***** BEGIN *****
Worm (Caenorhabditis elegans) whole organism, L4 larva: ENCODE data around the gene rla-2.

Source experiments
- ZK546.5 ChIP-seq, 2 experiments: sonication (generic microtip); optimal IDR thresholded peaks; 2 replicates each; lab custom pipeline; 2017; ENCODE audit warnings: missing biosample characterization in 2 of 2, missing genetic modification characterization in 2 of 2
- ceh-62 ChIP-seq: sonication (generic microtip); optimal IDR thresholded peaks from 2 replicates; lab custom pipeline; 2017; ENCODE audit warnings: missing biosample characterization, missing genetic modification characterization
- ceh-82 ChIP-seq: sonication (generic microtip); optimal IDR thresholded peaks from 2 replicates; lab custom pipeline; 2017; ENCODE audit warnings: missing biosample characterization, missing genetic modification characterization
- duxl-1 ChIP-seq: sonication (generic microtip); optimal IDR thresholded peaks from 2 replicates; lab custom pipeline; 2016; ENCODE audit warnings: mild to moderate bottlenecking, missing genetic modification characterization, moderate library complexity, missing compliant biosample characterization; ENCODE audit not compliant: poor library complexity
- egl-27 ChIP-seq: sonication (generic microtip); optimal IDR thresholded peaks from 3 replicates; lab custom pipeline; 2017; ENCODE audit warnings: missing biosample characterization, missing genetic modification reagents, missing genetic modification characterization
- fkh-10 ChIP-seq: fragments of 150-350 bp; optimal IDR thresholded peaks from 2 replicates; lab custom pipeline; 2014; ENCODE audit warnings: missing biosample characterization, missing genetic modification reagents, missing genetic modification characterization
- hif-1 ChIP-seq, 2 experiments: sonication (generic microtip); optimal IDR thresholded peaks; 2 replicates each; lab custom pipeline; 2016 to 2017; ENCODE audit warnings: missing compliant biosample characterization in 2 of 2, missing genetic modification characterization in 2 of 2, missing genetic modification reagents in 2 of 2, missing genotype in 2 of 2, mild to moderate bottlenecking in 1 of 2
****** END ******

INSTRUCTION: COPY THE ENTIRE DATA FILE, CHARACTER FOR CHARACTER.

Worm (Caenorhabditis elegans) whole organism, L4 larva: ENCODE data around the gene rla-2.

Source experiments
- ZK546.5 ChIP-seq, 2 experiments: sonication (generic microtip); optimal IDR thresholded peaks; 2 replicates each; lab custom pipeline; 2017; ENCODE audit warnings: missing biosample characterization in 2 of 2, missing genetic modification characterization in 2 of 2
- ceh-62 ChIP-seq: sonication (generic microtip); optimal IDR thresholded peaks from 2 replicates; lab custom pipeline; 2017; ENCODE audit warnings: missing biosample characterization, missing genetic modification characterization
- ceh-82 ChIP-seq: sonication (generic microtip); optimal IDR thresholded peaks from 2 replicates; lab custom pipeline; 2017; ENCODE audit warnings: missing biosample characterization, missing genetic modification characterization
- duxl-1 ChIP-seq: sonication (generic microtip); optimal IDR thresholded peaks from 2 replicates; lab custom pipeline; 2016; ENCODE audit warnings: mild to moderate bottlenecking, missing genetic modification characterization, moderate library complexity, missing compliant biosample characterization; ENCODE audit not compliant: poor library complexity
- egl-27 ChIP-seq: sonication (generic microtip); optimal IDR thresholded peaks from 3 replicates; lab custom pipeline; 2017; ENCODE audit warnings: missing biosample characterization, missing genetic modification reagents, missing genetic modification characterization
- fkh-10 ChIP-seq: fragments of 150-350 bp; optimal IDR thresholded peaks from 2 replicates; lab custom pipeline; 2014; ENCODE audit warnings: missing biosample characterization, missing genetic modification reagents, missing genetic modification characterization
- hif-1 ChIP-seq, 2 experiments: sonication (generic microtip); optimal IDR thresholded peaks; 2 replicates each; lab custom pipeline; 2016 to 2017; ENCODE audit warnings: missing compliant biosample characterization in 2 of 2, missing genetic modification characterization in 2 of 2, missing genetic modification reagents in 2 of 2, missing genotype in 2 of 2, mild to moderate bottlenecking in 1 of 2